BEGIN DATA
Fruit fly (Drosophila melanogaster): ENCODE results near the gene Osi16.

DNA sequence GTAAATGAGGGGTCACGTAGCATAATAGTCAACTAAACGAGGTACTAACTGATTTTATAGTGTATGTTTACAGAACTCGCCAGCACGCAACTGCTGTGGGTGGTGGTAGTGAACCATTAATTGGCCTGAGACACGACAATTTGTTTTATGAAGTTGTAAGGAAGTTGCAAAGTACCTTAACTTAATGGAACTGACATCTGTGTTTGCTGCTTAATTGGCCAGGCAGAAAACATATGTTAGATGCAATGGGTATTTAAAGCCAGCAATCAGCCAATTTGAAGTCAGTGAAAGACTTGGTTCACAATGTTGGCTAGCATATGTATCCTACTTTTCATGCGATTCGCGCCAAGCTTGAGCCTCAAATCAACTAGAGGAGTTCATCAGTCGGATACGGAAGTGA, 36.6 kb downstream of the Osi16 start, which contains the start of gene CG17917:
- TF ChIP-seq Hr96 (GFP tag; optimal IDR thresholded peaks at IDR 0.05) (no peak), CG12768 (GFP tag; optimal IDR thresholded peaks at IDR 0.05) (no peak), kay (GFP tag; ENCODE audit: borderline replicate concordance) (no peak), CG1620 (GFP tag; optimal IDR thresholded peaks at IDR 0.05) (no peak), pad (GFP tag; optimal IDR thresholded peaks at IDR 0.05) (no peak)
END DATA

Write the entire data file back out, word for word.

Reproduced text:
Fruit fly (Drosophila melanogaster): ENCODE results near the gene Osi16.

DNA sequence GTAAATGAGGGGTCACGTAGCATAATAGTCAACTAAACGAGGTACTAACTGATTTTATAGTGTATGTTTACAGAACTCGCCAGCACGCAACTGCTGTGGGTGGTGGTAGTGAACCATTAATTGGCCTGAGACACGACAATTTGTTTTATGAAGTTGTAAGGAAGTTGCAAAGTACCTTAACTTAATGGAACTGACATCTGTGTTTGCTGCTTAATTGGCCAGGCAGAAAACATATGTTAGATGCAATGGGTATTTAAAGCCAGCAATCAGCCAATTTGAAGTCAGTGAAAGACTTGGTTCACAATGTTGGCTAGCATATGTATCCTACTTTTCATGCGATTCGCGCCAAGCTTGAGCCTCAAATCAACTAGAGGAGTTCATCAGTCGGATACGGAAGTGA, 36.6 kb downstream of the Osi16 start, which contains the start of gene CG17917:
- TF ChIP-seq Hr96 (GFP tag; optimal IDR thresholded peaks at IDR 0.05) (no peak), CG12768 (GFP tag; optimal IDR thresholded peaks at IDR 0.05) (no peak), kay (GFP tag; ENCODE audit: borderline replicate concordance) (no peak), CG1620 (GFP tag; optimal IDR thresholded peaks at IDR 0.05) (no peak), pad (GFP tag; optimal IDR thresholded peaks at IDR 0.05) (no peak)